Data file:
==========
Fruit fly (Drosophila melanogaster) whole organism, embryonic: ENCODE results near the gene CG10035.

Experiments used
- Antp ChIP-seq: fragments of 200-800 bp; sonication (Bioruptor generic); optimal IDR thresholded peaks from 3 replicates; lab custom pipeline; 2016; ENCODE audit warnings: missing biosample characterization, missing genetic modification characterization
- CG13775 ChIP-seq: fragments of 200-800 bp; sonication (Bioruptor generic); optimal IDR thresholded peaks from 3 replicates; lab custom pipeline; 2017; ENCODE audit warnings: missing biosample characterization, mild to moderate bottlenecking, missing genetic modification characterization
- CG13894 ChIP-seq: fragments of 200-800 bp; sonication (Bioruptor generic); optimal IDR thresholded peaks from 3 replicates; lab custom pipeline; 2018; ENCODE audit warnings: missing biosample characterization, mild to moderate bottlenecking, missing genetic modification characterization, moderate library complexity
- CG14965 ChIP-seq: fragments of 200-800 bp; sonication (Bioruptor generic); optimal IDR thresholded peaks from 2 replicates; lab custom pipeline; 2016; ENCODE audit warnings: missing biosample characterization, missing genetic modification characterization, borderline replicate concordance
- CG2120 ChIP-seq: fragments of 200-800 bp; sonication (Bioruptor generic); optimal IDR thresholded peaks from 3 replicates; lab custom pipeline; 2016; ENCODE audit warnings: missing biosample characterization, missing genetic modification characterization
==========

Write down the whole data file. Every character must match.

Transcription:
Fruit fly (Drosophila melanogaster) whole organism, embryonic: ENCODE results near the gene CG10035.

Experiments used
- Antp ChIP-seq: fragments of 200-800 bp; sonication (Bioruptor generic); optimal IDR thresholded peaks from 3 replicates; lab custom pipeline; 2016; ENCODE audit warnings: missing biosample characterization, missing genetic modification characterization
- CG13775 ChIP-seq: fragments of 200-800 bp; sonication (Bioruptor generic); optimal IDR thresholded peaks from 3 replicates; lab custom pipeline; 2017; ENCODE audit warnings: missing biosample characterization, mild to moderate bottlenecking, missing genetic modification characterization
- CG13894 ChIP-seq: fragments of 200-800 bp; sonication (Bioruptor generic); optimal IDR thresholded peaks from 3 replicates; lab custom pipeline; 2018; ENCODE audit warnings: missing biosample characterization, mild to moderate bottlenecking, missing genetic modification characterization, moderate library complexity
- CG14965 ChIP-seq: fragments of 200-800 bp; sonication (Bioruptor generic); optimal IDR thresholded peaks from 2 replicates; lab custom pipeline; 2016; ENCODE audit warnings: missing biosample characterization, missing genetic modification characterization, borderline replicate concordance
- CG2120 ChIP-seq: fragments of 200-800 bp; sonication (Bioruptor generic); optimal IDR thresholded peaks from 3 replicates; lab custom pipeline; 2016; ENCODE audit warnings: missing biosample characterization, missing genetic modification characterization